Interestingly, that Yahoo! article speculates about McCain’s choices for a running mate, and names one by which I was surprised: Joe Liebermann. Who you might remember as Gore’s running mate in 2000. Which strikes me as a turncoat sort of thing to do, especially given McCain’s views on the war in Iraq and etc. The other name was Tom Ridge, a former governor of Pennsylvania and a supporter of abortion rights. Lending credence to that: McCain is apparently surveying constituents concerning his choice–

Underscoring how seriously McCain may be considering Ridge or Lieberman, Republican officials say top McCain advisers have been reaching out to big donors and high-profile delegates in key states to gauge the impact of putting an abortion-rights supporter on the GOP ticket.

Which strikes me as hypocritical. In the same debate in which the candidates were moderated by random pastor guy, McCain stuck by his assertion that life begins at conception. It strikes me as a fundamental dichotomy to consider someone who is pro-choice as a running mate, not to mention morally oppositional.

I’ve never been a huge fan of Christopher Hitchens, but it’s mostly a divergence of thought and (perceived) personality. I’ve heard myriad stories that he’s not the most gracious of individuals, but then again, they’re just stories, and I’ve only heard them. I’d be interested to meet him. I think I’d have a lot to talk about that because of that divergence of thought; while I agree that there are few worse developments in all of history than organized religion, I just can’t make the leap of faith to atheism.

But that’s beside the point. Because one of the things I like about Hitchens is that he seems to truly believe in and stand behind what he says and writes and thinks. He seems a deeply principled man, certainly more deeply than many of the so-called quote-unquote Christians I’ve encountered.

Like here:

“Believe Me, It’s Torture,” in which Christopher Hitchens answers the for-some-odd-reason controversial question about whether waterboarding is torture by being waterboarded himself.

Brilliant. Well done, Mr. Hitchens.

(I’ve often said that anyone who says they’re not sure whether waterboarding is torture [or, worse, denies it is] should be themselves waterboarded. You know. Since they’re not sure and so they can figure it out. Only fair, I’ve always thought)

Well worth reading. Both powerful and extraordinarily well written.

(via)

I think I make it pretty clear I don’t know a whole lot about the intricacies of the political system (even if that’s never stopped me from opining about the candidates therein). I say that because I just read this article in the New York Times, which concerns Obama and his decision to opt out of the public campaign financing system, about which I have little clue. The article states it goes back to 1976 and the Watergate scandal, and also that:

Under the federal presidential financing system, a candidate this year would be given $84.1 million from the Treasury to finance a general election campaign. In exchange, the candidate is barred from accepting private donations, or from spending more than the $84.1 million.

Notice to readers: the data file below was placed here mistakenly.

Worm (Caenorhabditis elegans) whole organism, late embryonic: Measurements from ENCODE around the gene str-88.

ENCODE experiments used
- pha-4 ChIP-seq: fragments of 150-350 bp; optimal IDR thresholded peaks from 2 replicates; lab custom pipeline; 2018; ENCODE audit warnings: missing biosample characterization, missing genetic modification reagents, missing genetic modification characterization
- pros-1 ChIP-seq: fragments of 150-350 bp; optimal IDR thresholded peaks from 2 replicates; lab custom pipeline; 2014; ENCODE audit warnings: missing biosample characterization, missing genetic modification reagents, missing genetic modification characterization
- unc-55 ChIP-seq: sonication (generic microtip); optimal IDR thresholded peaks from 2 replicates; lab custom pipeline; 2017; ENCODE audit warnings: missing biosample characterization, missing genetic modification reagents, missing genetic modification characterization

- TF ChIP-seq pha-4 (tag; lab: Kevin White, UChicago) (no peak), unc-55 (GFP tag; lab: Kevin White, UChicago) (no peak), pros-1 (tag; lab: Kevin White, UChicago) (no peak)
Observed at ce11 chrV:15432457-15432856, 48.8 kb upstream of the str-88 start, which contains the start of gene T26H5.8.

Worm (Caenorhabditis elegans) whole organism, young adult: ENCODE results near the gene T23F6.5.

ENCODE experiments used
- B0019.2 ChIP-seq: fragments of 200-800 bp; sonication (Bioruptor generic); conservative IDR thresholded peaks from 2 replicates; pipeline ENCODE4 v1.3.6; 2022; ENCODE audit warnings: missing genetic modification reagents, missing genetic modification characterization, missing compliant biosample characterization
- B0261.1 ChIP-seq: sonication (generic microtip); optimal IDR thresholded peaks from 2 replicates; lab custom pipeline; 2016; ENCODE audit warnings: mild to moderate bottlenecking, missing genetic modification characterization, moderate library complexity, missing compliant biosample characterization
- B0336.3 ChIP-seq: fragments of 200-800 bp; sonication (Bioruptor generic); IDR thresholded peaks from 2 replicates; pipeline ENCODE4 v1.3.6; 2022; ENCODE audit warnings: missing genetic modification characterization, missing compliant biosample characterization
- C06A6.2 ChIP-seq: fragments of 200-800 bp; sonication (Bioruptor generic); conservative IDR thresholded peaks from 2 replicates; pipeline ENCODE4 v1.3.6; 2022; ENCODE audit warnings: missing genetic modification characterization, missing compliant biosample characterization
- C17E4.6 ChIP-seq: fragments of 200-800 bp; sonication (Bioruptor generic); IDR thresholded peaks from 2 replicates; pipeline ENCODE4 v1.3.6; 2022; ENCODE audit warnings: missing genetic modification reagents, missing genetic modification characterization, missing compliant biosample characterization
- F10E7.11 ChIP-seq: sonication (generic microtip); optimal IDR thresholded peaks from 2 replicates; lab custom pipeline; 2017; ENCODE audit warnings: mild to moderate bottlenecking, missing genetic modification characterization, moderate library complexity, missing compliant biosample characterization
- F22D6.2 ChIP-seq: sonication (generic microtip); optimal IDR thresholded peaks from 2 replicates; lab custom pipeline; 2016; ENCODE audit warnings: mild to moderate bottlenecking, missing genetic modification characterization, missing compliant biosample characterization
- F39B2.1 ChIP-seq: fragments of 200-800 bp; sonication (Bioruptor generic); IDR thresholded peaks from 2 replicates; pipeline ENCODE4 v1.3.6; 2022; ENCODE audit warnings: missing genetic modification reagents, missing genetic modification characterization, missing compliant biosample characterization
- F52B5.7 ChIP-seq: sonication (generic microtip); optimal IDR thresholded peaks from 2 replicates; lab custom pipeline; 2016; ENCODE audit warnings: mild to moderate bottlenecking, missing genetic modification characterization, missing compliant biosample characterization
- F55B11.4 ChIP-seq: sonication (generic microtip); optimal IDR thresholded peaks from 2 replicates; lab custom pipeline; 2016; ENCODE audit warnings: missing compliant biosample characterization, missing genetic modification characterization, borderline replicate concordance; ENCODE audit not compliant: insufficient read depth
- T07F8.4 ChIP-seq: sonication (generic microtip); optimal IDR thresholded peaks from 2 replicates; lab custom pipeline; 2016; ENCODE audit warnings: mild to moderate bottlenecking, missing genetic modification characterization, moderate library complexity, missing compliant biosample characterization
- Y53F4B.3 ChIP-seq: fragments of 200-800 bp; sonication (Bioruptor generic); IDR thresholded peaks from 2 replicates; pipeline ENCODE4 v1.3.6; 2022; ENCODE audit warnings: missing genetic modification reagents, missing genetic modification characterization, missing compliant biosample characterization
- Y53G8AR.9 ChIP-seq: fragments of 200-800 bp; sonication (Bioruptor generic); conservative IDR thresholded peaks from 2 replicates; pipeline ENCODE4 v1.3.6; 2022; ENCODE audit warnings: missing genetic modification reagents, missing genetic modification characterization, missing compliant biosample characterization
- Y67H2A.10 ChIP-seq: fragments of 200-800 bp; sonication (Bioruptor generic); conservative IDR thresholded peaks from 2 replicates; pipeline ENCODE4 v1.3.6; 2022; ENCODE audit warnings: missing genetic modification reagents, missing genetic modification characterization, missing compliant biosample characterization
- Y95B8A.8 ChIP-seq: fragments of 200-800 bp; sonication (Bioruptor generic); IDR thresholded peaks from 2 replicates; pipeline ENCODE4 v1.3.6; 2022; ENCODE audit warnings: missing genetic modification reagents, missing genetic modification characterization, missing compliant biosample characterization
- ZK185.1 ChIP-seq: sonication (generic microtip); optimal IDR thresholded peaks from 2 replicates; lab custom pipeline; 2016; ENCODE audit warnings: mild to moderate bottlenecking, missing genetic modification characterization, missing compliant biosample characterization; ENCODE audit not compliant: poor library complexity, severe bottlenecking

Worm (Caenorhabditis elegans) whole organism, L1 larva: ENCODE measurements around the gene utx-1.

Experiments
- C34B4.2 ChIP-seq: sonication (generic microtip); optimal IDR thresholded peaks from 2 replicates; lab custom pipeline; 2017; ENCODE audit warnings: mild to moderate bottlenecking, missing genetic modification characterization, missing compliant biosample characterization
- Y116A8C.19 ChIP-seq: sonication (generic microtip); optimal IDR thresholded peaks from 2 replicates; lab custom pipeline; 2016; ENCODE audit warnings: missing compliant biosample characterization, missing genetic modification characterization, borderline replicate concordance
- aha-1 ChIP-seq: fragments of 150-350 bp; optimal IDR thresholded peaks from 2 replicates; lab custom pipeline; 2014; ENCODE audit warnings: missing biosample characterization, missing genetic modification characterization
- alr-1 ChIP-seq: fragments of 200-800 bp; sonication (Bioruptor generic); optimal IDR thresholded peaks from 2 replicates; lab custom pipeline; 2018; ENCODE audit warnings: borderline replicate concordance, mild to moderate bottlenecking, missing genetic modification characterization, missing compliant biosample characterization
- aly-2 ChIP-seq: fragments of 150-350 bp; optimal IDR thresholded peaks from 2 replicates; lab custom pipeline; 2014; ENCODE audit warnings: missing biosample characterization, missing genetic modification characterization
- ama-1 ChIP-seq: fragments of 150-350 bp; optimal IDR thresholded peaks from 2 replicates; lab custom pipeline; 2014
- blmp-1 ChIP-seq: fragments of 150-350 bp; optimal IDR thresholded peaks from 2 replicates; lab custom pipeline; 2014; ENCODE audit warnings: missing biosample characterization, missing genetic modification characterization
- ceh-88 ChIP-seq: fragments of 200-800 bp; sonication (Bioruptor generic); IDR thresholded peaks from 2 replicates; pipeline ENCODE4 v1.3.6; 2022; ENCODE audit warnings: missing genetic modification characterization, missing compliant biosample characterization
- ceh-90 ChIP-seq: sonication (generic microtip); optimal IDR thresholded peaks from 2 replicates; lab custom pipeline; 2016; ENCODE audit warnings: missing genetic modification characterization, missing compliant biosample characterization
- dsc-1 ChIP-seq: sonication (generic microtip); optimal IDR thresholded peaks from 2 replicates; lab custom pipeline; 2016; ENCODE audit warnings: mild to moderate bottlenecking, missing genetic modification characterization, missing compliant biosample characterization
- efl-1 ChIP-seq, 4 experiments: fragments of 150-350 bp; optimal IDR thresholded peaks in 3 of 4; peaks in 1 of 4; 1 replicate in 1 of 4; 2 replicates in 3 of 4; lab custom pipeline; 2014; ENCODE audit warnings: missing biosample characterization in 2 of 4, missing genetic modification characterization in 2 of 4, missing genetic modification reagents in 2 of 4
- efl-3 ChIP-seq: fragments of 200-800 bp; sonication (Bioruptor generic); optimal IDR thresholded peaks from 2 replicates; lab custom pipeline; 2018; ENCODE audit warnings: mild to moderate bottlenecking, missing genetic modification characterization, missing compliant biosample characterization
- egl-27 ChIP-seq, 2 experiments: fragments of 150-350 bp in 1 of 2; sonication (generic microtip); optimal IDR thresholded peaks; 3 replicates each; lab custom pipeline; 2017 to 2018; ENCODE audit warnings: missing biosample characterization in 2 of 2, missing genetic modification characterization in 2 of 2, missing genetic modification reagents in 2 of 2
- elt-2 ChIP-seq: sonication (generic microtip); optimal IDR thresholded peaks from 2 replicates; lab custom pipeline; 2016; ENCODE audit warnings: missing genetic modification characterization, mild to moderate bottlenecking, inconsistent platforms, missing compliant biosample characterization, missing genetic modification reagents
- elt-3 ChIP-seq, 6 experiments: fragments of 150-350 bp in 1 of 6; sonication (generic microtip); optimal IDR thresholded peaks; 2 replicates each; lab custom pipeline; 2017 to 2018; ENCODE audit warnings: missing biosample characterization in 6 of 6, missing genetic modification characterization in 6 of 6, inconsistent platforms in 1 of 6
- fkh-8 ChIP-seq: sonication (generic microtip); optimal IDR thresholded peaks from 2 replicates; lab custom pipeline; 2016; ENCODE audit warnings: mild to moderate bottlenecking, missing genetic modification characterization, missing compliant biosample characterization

The next paragraph notes that Obama raised more than that limit in February and March alone, so I’d kind of think it would behoove him to not get into it. I mean, if the difference is that he could spend $84 million publicly, or twice that privately . . . well, it’s well known I ain’t no maths major, but it seems a no-brainer.

What bugs me is that the article gives two paragraphs to what McCain’s advisors think of the decision (spoiler: they’re not happy and think Obama suxors. Because they, of course, want to beat him and will use any opportunity to badmouth him). What also bugs me is that the article doesn’t actually comment on what this means.

And while I’m not sure what it means, or what effects it might have on the election process, what I wonder about is that latter itself. Because the article states his decision comes because the financing system is “broken;” as 2000 demonstrated, so is the election process itself.

Of course, Obama can’t just outright declare himself above the election process and the new, like, Emperor of America (our last was Norton. Seriously. Awesome story. Look it up).

But what I like about Obama most is that it’s neat to think he might. Maybe somebody should just toss a sword at him the next time he’s by a large-ish body of water. Quick, get on that!

CNN projects that, for the first time in American history, we have a black candidate for president, as Barack Obama surpasses the 2,118 delegates needed to secure the Democratic nomination.

This is, of course, not really news to anyone who’s been paying attention; Hillary became an also-ran as many as weeks ago. If I say that she desperately clung to mathematically impossible odds, though, instead of saying that she fought the good fight, I’ll probably be accused of misogynism, so I won’t.

Instead I’ll just say I’m both relieved and excited.

Lots of talk, now, about VPs. CNN notes that “the pressure is on” Obama, now, which I find rather odd, especially considering that, so far as I know (and I’d hope I would), McCain still hasn’t chosen a veep, though he secured the nom months ago.

I’ve heard several potential candidates mentioned. Three interested me. Edwards was the first.

Today, I read someone mention Gore. I’m not sure Gore would accept, though; he already was VP for eight years, and then had a failed presidential bid. He does bring both added cache (now that he’s got both an Oscar and a Nobel Peace prize) and experience, but… yeah, just not sure.

And then, of course, there’s Hillary.

Obama has said he admired Lincoln’s cabinet because Lincoln filled it with people he didn’t necessarily agree with; given that, maybe he would ask Clinton to run with him.